Tissue-specific emergence of regulatory and intraepithelial T cells from a clonal T cell precursor

Sci Immunol. 2016 Aug 26;1(2):eaaf7471. doi: 10.1126/sciimmunol.aaf7471. Epub 2016 Aug 26.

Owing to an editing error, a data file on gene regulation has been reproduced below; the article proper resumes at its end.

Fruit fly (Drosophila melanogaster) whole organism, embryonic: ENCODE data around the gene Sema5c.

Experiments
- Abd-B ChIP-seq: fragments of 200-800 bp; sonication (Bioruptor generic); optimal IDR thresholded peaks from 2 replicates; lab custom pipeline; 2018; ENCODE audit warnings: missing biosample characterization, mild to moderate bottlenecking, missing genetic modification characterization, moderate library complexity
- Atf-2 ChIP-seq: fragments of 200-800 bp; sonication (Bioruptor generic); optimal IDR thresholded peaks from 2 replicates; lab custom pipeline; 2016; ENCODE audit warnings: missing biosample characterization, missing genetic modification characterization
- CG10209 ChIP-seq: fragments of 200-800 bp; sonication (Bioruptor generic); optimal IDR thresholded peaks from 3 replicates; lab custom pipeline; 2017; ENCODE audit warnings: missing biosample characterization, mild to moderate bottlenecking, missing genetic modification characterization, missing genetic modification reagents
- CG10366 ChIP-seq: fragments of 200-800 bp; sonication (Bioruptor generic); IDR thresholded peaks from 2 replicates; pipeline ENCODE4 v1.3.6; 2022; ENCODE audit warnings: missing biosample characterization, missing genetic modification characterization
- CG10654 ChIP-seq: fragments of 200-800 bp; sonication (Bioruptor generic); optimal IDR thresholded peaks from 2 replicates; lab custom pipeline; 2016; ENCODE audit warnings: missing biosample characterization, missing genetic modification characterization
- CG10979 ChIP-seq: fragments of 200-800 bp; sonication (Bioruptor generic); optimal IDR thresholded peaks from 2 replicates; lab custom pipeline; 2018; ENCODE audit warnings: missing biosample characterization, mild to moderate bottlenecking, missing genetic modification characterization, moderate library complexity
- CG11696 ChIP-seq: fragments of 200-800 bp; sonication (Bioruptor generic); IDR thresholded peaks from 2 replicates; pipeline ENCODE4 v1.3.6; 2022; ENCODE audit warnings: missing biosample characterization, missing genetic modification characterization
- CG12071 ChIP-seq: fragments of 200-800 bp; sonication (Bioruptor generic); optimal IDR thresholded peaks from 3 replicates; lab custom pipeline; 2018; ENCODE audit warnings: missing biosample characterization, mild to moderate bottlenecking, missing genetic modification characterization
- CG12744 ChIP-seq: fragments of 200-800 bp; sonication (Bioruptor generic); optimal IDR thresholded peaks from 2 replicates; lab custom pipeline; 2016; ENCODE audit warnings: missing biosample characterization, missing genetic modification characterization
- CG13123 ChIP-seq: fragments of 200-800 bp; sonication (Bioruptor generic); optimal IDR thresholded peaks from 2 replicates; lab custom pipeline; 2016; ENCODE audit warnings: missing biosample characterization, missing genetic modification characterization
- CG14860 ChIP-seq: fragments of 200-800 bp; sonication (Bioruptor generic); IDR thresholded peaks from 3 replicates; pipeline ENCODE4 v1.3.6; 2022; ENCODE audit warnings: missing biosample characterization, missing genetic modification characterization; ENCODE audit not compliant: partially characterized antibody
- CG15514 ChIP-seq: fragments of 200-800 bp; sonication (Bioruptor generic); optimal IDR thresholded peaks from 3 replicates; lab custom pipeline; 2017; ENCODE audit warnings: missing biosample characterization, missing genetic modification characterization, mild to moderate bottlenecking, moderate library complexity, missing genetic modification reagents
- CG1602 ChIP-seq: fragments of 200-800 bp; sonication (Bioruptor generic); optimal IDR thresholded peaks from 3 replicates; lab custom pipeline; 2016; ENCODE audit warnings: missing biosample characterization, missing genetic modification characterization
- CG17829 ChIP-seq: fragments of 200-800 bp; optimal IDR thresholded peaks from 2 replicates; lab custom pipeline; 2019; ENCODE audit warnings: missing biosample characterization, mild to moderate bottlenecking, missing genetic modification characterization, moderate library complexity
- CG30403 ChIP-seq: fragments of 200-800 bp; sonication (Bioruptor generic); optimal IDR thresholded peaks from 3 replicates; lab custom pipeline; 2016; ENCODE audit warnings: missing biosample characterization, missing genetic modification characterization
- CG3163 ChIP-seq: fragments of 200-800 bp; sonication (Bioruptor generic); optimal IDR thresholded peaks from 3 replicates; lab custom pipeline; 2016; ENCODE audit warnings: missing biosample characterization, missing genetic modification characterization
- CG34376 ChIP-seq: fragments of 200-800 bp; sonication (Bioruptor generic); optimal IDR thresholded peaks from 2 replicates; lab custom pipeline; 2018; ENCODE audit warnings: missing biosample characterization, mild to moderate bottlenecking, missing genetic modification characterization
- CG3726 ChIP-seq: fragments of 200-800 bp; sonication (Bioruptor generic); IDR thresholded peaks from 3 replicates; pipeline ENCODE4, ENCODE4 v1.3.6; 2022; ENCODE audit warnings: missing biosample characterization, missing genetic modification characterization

Peripheral Foxp3+ regulatory T cells (pTregs) maintain immune homeostasis by controlling potentially harmful effector T cell responses toward dietary and microbial antigens. Although the identity of the T cell receptor (TCR) can impose commitment and functional specialization of T cells, less is known about how TCR identity governs pTreg development from conventional CD4+ T cells. To investigate the extent to which TCR identity dictates pTreg fate, we used somatic cell nuclear transfer to generate a transnuclear (TN) mouse carrying a monoclonal TCR from a pTreg (pTreg TN mice). We found that the pTreg TCR did not inevitably predispose T cells to become pTreg but instead allowed for differentiation of noninflammatory CD4+CD8αα+ intraepithelial lymphocytes (CD4IELs) in the small intestine. Only when we limited the number of T cell precursors that carried the TN pTreg TCR did we observe substantial pTreg development in the mesenteric lymph nodes and small intestine lamina propria of mixed bone marrow chimeras. Small clonal sizes and therefore decreased intraclonal competition were required for pTreg development. Despite bearing the same TCR, small intestine CD4IEL developed independently of precursor frequency. Both pTreg and CD4IEL development strictly depended on the resident microbiota. A single clonal CD4+ T cell precursor can thus give rise to two functionally distinct and anatomically segregated T cell subsets in a microbiota-dependent manner. Therefore, plasticity of the CD4 T cell compartment depends not only on the microbiota but also on specialized environmental cues provided by different tissues.